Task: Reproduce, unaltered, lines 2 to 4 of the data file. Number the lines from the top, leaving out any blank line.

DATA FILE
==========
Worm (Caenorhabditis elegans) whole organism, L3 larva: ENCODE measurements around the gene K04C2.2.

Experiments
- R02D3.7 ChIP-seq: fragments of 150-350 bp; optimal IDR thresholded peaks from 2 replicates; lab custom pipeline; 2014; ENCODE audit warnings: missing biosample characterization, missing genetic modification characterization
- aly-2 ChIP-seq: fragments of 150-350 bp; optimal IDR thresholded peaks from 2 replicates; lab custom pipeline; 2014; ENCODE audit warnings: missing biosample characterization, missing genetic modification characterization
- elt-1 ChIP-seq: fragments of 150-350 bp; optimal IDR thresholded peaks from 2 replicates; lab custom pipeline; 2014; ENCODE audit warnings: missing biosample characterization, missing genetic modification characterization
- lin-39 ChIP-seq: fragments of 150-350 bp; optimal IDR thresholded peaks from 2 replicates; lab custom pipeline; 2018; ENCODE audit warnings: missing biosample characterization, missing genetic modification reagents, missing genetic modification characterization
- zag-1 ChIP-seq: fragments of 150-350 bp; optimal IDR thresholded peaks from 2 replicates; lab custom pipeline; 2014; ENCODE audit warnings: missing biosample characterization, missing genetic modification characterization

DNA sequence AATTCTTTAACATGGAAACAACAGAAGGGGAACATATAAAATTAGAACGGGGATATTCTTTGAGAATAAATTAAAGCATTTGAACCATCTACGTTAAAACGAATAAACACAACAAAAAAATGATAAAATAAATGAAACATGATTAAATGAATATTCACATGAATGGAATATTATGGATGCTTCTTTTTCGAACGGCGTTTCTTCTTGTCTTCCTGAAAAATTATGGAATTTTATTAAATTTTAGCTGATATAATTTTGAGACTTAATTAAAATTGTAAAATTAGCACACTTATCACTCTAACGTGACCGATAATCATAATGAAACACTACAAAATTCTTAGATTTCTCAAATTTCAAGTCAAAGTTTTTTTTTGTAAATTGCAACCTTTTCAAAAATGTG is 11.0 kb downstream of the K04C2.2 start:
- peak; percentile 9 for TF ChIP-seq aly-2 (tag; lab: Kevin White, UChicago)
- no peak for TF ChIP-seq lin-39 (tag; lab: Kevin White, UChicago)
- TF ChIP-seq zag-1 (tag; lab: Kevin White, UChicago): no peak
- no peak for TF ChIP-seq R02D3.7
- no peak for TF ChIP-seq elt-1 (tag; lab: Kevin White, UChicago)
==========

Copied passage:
Experiments
- R02D3.7 ChIP-seq: fragments of 150-350 bp; optimal IDR thresholded peaks from 2 replicates; lab custom pipeline; 2014; ENCODE audit warnings: missing biosample characterization, missing genetic modification characterization
- aly-2 ChIP-seq: fragments of 150-350 bp; optimal IDR thresholded peaks from 2 replicates; lab custom pipeline; 2014; ENCODE audit warnings: missing biosample characterization, missing genetic modification characterization